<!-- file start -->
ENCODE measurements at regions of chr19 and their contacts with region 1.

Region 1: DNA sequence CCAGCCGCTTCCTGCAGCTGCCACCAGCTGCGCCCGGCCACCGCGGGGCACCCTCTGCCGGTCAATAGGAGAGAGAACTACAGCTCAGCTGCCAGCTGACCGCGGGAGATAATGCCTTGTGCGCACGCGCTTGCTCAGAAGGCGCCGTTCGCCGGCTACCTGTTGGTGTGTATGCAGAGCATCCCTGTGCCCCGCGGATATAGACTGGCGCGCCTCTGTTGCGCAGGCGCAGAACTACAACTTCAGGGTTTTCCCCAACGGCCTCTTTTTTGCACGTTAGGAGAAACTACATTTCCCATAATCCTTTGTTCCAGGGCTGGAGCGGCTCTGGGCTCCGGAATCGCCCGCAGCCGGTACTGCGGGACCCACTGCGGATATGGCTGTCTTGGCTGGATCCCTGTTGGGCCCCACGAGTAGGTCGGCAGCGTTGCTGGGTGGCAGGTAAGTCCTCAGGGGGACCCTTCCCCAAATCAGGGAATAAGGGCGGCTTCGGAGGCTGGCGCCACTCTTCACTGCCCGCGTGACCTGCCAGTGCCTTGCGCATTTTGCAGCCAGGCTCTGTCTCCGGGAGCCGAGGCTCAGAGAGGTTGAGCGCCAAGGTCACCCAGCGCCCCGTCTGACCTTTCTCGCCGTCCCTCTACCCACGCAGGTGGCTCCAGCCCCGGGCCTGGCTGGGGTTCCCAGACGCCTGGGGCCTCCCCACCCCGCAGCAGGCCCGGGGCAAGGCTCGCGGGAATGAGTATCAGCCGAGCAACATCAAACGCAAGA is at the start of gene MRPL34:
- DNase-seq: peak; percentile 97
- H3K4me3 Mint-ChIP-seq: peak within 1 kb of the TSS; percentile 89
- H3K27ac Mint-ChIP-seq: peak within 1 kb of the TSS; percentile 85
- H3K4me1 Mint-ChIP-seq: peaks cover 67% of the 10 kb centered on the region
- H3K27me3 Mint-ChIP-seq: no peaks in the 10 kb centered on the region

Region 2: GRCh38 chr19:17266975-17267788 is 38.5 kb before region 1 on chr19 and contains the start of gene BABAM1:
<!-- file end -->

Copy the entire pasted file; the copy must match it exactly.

ENCODE measurements at regions of chr19 and their contacts with region 1.

Region 1: DNA sequence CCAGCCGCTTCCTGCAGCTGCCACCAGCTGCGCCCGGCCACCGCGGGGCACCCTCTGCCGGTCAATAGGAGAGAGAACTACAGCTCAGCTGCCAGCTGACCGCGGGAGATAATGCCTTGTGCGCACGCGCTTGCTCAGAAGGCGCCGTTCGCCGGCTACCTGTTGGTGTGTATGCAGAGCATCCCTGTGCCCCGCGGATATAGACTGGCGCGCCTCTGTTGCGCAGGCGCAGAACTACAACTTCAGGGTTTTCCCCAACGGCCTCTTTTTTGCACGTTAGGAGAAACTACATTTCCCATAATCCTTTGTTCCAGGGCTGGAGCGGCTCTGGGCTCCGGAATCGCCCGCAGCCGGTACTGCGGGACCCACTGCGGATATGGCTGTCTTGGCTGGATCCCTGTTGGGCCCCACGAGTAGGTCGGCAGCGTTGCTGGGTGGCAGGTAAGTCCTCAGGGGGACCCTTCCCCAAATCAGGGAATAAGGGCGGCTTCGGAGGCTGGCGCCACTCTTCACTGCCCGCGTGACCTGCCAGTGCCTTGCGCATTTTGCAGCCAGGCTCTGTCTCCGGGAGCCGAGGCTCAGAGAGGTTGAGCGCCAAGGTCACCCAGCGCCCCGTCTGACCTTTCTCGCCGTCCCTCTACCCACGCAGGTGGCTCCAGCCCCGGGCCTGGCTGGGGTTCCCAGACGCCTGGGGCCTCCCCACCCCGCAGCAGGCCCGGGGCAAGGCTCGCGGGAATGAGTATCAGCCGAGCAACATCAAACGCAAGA is at the start of gene MRPL34:
- DNase-seq: peak; percentile 97
- H3K4me3 Mint-ChIP-seq: peak within 1 kb of the TSS; percentile 89
- H3K27ac Mint-ChIP-seq: peak within 1 kb of the TSS; percentile 85
- H3K4me1 Mint-ChIP-seq: peaks cover 67% of the 10 kb centered on the region
- H3K27me3 Mint-ChIP-seq: no peaks in the 10 kb centered on the region

Region 2: GRCh38 chr19:17266975-17267788 is 38.5 kb before region 1 on chr19 and contains the start of gene BABAM1: